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Health physicist

Health physics is a field of science concerned with radiation protection. Health physicists within Queensland Health assess health impacts to the community and environment from sources of radiation.

There are numerous forms of radiation sources and radioactive materials and potential exposure pathways. Consequently, the tasks conducted by health physicists are dynamic and broad ranging, with ample opportunity for growth in knowledge and experience across many scientific disciplines.


A Bachelor of Science or Bachelor of Applied Science is required for all scientist positions. Students should then consider a major in physics and/or a related discipline.

Additional studies in health physics such as Masters or PhD are also valued, though not mandatory. Graduate physicists appointed to a health physicist position will develop through on-the-job experience and training. Health physicists also attend professional development training on an as-needed basis.


Health physicists can be found at Radiation and Nuclear Science.

Job vacancies are advertised on the Smart Jobs website.


  • Measuring radioactivity concentrations in water, soil, air and biota
  • Measuring and calculating effective doses of radiation to people and biota (dosimetry)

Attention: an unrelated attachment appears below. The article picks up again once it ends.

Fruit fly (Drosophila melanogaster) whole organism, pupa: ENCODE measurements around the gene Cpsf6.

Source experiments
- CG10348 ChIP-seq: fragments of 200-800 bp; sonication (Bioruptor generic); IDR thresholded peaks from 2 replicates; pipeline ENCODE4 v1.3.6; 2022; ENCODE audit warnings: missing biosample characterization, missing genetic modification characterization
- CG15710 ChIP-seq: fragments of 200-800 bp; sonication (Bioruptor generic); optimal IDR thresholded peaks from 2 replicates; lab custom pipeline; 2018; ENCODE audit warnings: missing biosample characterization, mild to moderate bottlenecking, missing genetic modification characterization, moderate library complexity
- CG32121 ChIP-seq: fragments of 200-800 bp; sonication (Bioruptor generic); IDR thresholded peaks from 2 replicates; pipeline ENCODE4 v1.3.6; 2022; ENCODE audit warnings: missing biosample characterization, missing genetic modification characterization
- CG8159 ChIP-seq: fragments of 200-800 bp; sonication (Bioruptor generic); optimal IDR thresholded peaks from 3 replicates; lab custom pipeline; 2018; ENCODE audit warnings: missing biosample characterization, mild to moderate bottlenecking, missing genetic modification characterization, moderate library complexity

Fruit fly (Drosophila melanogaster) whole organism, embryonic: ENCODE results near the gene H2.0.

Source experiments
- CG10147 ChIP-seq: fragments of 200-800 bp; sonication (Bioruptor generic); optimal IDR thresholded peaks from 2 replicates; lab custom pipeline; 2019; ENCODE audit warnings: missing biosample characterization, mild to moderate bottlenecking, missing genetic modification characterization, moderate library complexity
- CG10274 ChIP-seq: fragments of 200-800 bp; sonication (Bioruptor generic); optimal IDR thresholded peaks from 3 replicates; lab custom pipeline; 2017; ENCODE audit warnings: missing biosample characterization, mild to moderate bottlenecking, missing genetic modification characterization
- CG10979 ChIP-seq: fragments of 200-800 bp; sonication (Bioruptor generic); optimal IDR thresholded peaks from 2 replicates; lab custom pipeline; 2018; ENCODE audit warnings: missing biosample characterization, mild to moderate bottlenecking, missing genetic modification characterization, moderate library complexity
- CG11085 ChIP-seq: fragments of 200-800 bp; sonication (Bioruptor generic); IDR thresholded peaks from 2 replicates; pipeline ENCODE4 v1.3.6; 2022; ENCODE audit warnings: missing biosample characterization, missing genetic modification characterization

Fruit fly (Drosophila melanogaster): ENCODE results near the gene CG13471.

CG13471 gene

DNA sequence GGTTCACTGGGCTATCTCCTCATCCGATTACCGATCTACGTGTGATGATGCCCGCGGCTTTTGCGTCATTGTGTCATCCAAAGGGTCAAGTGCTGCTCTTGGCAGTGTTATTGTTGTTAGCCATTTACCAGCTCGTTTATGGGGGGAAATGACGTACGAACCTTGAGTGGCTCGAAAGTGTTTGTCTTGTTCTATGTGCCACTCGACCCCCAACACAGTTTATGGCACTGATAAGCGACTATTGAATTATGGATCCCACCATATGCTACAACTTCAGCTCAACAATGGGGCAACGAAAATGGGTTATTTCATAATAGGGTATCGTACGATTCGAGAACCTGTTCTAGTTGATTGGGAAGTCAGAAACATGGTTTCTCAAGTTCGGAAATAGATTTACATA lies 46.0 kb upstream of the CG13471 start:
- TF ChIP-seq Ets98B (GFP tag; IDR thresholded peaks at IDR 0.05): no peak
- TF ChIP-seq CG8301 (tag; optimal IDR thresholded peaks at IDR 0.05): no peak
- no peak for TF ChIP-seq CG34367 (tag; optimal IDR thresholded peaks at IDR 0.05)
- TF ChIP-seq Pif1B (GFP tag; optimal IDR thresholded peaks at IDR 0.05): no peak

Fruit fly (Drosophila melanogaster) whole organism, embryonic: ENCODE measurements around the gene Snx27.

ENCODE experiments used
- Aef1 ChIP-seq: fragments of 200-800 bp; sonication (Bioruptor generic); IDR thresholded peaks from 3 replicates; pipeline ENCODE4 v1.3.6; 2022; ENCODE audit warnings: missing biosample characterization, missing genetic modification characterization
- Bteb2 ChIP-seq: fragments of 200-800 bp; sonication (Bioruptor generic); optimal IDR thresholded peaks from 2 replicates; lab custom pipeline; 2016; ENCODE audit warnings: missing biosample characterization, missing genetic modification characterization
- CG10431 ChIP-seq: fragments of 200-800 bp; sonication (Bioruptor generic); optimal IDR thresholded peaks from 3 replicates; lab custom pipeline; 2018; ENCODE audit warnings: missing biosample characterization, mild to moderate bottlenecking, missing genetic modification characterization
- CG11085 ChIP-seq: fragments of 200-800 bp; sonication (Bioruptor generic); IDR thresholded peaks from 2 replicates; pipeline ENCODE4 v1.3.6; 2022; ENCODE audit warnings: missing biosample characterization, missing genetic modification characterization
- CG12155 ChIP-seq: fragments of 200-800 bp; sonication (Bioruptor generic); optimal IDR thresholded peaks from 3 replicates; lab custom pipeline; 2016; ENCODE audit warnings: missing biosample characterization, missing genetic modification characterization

• Investigating contaminated sites and recommending remediation strategies
  • Assessing mine sites and mineral processing facilities for the impact of naturally occurring radioactive material on workers and the environment
  • Decontaminating and decommissioning facilities associated with the use of radioactive substances
  • Designing and testing containers to transport radioactive substances
  • Providing radiation protection training, advice and consultancy
  • Calibrating radiation survey meters
  • Participating in research on the measurement and effects of radiation

Pay and conditions

At Queensland Health, the Health Practitioners and Dental Officers Award applies to health physicists.

You can review wage rates for health practitioners.

Where can I find out more?

Last updated: 16 December 2019